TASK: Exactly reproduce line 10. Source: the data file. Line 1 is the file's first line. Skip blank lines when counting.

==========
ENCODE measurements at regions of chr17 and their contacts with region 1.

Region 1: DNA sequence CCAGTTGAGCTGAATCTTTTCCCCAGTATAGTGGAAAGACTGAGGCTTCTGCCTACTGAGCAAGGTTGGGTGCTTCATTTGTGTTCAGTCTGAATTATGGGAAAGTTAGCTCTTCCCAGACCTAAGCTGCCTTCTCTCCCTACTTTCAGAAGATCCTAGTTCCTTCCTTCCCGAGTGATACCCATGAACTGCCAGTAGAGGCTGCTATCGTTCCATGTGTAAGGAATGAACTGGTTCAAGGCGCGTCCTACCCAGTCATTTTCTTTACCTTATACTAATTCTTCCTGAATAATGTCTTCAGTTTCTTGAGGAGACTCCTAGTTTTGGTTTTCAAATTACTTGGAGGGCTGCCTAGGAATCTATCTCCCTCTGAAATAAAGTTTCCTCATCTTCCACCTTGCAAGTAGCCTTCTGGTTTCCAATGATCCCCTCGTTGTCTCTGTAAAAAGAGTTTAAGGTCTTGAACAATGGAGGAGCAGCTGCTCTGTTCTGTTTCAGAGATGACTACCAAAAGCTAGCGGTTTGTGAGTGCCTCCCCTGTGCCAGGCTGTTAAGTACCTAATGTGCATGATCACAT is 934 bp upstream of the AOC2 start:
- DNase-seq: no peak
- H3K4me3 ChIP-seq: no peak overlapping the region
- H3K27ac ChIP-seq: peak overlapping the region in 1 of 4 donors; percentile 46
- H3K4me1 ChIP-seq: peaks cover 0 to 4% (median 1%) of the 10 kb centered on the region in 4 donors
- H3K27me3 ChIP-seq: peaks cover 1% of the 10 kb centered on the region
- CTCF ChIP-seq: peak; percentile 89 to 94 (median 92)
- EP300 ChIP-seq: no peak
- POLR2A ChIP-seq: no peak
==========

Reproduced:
- POLR2A ChIP-seq: no peak